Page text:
Regarding involving the general public in scientific and research ... I like the notion, but when you've read science-related (sort-of) tweets of Trumpelchen (@realDonaldTrump), you grow hesitant that this is an option anymore.

Really? You want to know your prime workers' (scientists who fill your journals, staff your editorial boards for no pay, and check, and even have to proof-read what you publish) opinion on which machine to use? Why don't you just analyse your access data? Even I can see how many people accessed this blog using Android-, MS-, Mac-OS or Linux.

That's a question not so easy to answer. Landmark papers sound good, new ("important" ?!) protocols/methods are essential to scientific advancement. But who decides what is a "landmark" or "important". Maybe it's a trick question, the natural choice would be "all of this, of course".

Another question that makes me think: does Elsevier know what it is doing? Maybe another trick question: All this of course, when you truly belief in getting the best out of data (and sharing data).

Finally, we come to a question Elsevier is really interested in. Such as do you know and use its products? Clicking on things (links) is a big business these days.

Boring, next question.

Counter-question: Are you aware, Elsevier, that at least some of your journals don't (or reluctantly) follow your policies on open science, ethics, and research data? And that you don't provide them with the necessary infrastructure? For instance, you cannot document special data sets/results by just uploading a PDF, spread-sheet or word-file as supplementary information, you need the flexibility and functionality that e.g. datadryad, figshare or PeerJ provide. I'd would have loved to follow your policies, but alas, I had to store and share my data on my personal homepage (, because I couldn't store it with you.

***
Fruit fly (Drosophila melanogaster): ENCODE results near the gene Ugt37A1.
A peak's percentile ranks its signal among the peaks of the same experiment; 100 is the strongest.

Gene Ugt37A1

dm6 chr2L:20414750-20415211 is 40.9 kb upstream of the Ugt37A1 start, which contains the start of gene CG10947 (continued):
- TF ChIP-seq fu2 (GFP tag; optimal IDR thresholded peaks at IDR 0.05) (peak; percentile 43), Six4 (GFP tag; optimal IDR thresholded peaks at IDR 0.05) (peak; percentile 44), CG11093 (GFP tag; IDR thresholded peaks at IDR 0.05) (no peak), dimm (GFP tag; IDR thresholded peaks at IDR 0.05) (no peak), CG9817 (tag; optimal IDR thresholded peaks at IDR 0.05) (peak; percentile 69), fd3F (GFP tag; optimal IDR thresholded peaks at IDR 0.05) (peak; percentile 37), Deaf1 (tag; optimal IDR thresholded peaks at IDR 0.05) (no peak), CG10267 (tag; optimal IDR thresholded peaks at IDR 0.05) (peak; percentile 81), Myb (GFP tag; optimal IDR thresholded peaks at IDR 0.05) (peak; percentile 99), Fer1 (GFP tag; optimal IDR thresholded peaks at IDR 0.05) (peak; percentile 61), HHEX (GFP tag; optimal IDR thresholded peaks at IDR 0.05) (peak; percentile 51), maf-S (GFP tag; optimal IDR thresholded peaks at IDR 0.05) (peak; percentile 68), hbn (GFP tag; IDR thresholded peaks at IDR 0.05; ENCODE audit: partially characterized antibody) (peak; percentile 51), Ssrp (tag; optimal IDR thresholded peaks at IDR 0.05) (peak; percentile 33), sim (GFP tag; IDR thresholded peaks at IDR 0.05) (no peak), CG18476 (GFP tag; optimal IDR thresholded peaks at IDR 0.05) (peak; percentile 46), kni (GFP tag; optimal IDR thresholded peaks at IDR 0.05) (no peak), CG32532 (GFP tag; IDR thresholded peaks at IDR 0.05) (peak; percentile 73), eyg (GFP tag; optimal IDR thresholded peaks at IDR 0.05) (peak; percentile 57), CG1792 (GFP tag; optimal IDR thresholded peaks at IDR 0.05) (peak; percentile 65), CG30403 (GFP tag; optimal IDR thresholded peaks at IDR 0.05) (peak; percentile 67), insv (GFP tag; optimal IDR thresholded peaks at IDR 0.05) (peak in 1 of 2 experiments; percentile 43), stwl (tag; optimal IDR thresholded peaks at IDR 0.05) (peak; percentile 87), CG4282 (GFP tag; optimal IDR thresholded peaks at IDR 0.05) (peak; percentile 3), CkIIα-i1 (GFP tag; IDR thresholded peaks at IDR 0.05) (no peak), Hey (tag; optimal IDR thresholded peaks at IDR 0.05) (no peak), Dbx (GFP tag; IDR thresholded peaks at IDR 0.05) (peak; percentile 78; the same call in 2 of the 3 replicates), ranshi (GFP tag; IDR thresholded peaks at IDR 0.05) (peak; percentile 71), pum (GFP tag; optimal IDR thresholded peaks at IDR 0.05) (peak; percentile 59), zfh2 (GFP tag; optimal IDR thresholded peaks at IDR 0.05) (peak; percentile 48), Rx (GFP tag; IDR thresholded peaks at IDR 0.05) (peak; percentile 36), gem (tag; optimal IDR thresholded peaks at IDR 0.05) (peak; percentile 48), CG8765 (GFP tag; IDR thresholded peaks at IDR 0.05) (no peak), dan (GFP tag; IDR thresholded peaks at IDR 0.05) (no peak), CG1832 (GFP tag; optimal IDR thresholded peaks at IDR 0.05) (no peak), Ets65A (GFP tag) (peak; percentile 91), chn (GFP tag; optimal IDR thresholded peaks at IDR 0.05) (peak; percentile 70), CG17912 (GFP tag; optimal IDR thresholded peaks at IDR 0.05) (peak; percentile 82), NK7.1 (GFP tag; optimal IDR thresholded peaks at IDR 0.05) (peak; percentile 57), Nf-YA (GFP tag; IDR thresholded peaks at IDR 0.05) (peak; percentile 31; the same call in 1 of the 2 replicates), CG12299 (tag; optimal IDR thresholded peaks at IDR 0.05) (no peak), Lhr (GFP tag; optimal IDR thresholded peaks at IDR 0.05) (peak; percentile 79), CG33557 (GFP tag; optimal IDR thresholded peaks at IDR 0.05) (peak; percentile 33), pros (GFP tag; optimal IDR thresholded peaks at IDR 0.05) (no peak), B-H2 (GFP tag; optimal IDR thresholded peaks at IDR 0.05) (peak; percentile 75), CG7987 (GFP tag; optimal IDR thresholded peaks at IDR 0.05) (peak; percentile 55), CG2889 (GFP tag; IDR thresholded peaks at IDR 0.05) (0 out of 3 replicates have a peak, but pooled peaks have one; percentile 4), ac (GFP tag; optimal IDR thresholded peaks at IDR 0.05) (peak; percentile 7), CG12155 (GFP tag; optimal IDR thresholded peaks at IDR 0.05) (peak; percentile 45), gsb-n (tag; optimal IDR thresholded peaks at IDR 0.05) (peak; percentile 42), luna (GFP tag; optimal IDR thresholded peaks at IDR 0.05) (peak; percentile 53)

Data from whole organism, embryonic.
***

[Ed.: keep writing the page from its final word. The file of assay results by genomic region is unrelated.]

Another customer question for increasing profit. It's overdue, considering how little you earned last year. The end may be near, or not (an interesting The Guardian long read from June last year).

This is actually a very good question. I would have liked to communicate with my peers, in particular those not convinced by what we showed, on a direct, eye-to-eye basis. Engaging in an open debate to eliminate misunderstandings and exchange arguments. But that will remain an utopic dream. Meanwhile, you can make the peer review process transparent, so that arguments exchanged during review are not lost, and the many good peers and careful editors get credit for their often splendid work (see e.g. PeerJ, journals by Copernicus Publishers, and even Springer-Nature's The EMBL Journal) and can be distinguished from the not few bad apples, currently comfortably hiding behind the Impermeable Fog shrouding the Forest of Reviews.
Interestingly, this is pre-made option here. Probably, because it'd be just something good for science (Elsevier calls us researchers "stakeholders"), but not for RELX shareholders. Scientific meetings, online communication platforms, LinkedIn, Mendeley, and social media generate profits. Twitter's and Facebook's currency are link clicks. And every week or two, I (still) get one-two invitations to conferences organised by companies (not RELX-Elsevier or similar established science publishers) behind known predatory publishers at exotic locations.

Yeah, you would like to know, so you can corner the market even more. Not going to tell you.

And just in case the survey people missed something important, the last question (#10) is an open one.

I very much like the idea of "resource centres". In fact there will be a post in two weeks on Genealogical World of Networks on why we want to share our data and results, including phylogenetic networks (see also this 2013 post). But I wouldn't trust such an important task to a company like RELX' Elsevier that (still) restricts even the access to long-published, fundamental research papers.